October 4, 2011

Tomatoland Chapter One: The Importance of Genetic Diversity

The first chapter of Tomatoland is spent at my alma mater, the University of California Davis. UC Davis is home to the C.M. Rick Tomato Genetic Resource Center, a living seed bank on campus. Seed is stored and shared as plants are actively collected from around the world and then regenerated in campus greenhouses for scientific purposes. I've spent the last three years becoming involved with the preservation of genetic diversity through my place of work, the National Clonal Germplasm Repository (NCGR) at UC Davis. The NCGR is like a living seed bank except that all of our stock is actually living, and sharing occurs through dormant cuttings. Since the cuttings are the same material as the trees they come from, this is considered clonal propagation.

[Educational aside: When a plant shuts down for the winter, it is considered dormant. At this point, you can cut off portions of the woody plant and then re-grow the plant from this cutting. Not all plants do this as well as others. Grapes and figs are really easy to propagate - you can practically stick a dormant cutting in a fresh pot of soil and get a whole new plant. For most stone fruit (peaches, plums, apricots - found in the Prunus family) propagation is more difficult, and most people bud. The growing point on a plant is at the bud, like the 'eyes' on the potato. On dormant wood, you can carefully cut this portion out then attach it to a living plant of the same family. Attaching involves several different techniques, and you have to be somewhat scientific about it, but it's rather neat that you can do this. If you're inclined to be crafty, you can bud several different kinds of peaches onto one peach tree, or different apples on one apple tree, and end up with a bouquet of different fruit all on the same tree.]

The experimental orchards owned and maintained by the NCGR are absolutely amazing. Our mission is to keep and maintain any and all varieties and cultivars of trees and vines that grow well in Mediterranean climates. We have thousands of different kinds of grapes, hundreds upon hundreds of various pomegranates, tons of mulberries, kiwis, figs, pistachios, walnuts, persimmons, peaches, plums, apricots, cherries and so on. The grapes make up the biggest part of our collection, and I spent an entire summer attempting to take physical data on all of our table and wine grapes that make up 1,300 plants of the collection alone (and they're all cultivars from the same family and species, Vitis vinifera). The diversity of the collection is amazing - if you walk through the vineyards, you'll taste grapes that have a distinctive concord flavor, ones that are purely Muscat, some that taste like nothing, others with floral tones, some that are just sweet, others that are more musky - and that's just flavor. Some grapes grow up, others down, some with big leaves, others with small, fuzzy backs  and still others that are nice and smooth - and all of this variety is found within the same species. Wine thrives off of the diversity with different kinds of grapes getting different wine varieties: pinot noir, chardonnay, zinfandel, etc - all different cultivars of grapes, all with different growing requirements and habits. It's truly amazing.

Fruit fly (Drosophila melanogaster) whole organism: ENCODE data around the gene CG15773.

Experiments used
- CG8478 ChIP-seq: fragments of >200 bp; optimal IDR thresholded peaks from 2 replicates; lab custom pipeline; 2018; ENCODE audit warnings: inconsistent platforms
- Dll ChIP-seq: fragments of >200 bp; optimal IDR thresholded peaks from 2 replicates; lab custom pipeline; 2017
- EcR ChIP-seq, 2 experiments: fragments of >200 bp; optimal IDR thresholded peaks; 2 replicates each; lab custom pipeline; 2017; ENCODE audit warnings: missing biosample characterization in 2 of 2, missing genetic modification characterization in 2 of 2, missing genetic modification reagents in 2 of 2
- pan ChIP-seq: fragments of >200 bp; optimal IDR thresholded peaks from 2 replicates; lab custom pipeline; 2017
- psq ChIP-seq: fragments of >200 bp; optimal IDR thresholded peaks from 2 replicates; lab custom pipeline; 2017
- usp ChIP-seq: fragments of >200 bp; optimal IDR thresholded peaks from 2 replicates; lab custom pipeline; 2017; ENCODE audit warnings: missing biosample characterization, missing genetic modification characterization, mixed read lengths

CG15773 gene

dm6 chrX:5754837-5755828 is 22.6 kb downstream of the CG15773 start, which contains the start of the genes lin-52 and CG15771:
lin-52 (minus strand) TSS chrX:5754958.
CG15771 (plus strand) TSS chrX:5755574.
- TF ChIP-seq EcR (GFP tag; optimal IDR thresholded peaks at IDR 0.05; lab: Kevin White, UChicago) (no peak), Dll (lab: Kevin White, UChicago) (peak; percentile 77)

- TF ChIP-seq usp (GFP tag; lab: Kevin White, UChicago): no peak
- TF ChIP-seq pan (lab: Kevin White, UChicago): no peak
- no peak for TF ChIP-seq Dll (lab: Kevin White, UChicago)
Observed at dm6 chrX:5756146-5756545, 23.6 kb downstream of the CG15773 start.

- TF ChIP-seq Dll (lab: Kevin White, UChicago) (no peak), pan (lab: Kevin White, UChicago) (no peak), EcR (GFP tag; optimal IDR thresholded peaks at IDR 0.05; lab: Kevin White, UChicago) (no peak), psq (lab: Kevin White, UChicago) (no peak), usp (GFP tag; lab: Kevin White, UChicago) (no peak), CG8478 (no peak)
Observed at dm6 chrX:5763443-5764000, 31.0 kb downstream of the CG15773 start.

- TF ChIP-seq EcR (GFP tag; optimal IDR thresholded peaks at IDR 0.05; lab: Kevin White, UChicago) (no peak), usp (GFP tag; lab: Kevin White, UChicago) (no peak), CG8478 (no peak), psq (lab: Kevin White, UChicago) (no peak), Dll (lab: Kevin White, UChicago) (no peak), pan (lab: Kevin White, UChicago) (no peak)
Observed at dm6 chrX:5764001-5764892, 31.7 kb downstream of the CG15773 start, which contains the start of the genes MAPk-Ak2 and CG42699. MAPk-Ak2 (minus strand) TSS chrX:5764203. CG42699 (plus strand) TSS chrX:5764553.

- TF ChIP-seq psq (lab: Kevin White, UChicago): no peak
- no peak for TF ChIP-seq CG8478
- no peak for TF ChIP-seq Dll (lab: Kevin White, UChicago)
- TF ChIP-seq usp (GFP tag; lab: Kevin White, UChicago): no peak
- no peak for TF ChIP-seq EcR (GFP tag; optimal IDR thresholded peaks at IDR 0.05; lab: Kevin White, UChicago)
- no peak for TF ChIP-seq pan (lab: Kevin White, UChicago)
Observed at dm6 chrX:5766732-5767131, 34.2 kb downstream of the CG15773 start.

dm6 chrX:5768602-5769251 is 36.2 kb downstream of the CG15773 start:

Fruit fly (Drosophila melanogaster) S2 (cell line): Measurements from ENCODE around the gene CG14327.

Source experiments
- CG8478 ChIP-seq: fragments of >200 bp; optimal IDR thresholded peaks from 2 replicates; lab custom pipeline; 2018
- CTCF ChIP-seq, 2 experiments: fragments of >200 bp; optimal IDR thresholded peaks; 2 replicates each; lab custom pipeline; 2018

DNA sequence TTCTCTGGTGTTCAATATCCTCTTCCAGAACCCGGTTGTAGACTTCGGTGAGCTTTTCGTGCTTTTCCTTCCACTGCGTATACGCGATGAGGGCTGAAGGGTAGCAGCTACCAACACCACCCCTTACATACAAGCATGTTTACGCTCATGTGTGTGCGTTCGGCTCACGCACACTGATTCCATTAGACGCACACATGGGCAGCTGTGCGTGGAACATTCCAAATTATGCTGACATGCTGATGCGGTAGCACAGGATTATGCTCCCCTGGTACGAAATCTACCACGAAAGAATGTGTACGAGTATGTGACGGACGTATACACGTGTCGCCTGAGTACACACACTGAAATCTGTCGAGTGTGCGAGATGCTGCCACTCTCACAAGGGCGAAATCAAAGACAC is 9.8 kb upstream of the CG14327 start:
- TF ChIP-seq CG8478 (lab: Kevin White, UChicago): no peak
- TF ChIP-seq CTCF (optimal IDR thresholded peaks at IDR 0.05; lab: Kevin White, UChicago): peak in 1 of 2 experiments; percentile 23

When you go to the grocery store, usually you can buy two types of grapes: white and red. It's a shame that our current agricultural techniques do not provide for the variety available by the species of Vinefera, but that is a topic for another discussion. I'm more interested, as is author of Tomatoland Barry Estabrook, in why diversity matters. All of the various cultivars and varieties of these different plants provide unlimited genetic potential. Not only do these different plants taste and grow differently, but they all have different resistances to terrible plant diseases. It's possible to breed resistance to certain diseases into more popularly grown varieties, and thus prevent over-usage of pesticides and better, stronger plants. I am currently a part of a project that is trying to find resistance of crown gall, a bacterial disease that causes big galls on the crown of walnut plants, reducing production and causing eventual tree death. In this project, we are inoculating all varieties available at the NCGR in hopes that a handful won't be affected by the bacteria, and will therefore have genetic material to breed into popular walnut varieties.

It's important to keep and maintain as much genetic diversity as possible to provide for resistance of known, and future unknown, diseases. We owe much of our ability to grow plants all over the world to this goal of science. The potential of this diversity does not stop at disease resistance - scientists are attempting to improve the nutritional content, drought resistance, and production output of many of the fruits and vegetables we eat on a daily basis through the usage of weird and wild related plants out of cultivation.

While at work today, I took a handful of pictures to display the variety in grape leaves around the greenhouses. I really enjoy the diversity of our collections, and I hope you can enjoy how different all of these leaves look while still being a part of the same family (and relations). It's sort of like the human species - we're not at all alike to one another but we all are considered humans. I'm sure you'd be bummed if you only could find varieties of me for friendship around the world, just as I'm bummed you can only find one kind of grape at the grocery store. C'est la vie!
Red and fuzzy!
Not only does this leaf have multiple leaflets, but it's shiny.

I like the seperations on this leaf.
cool eh?

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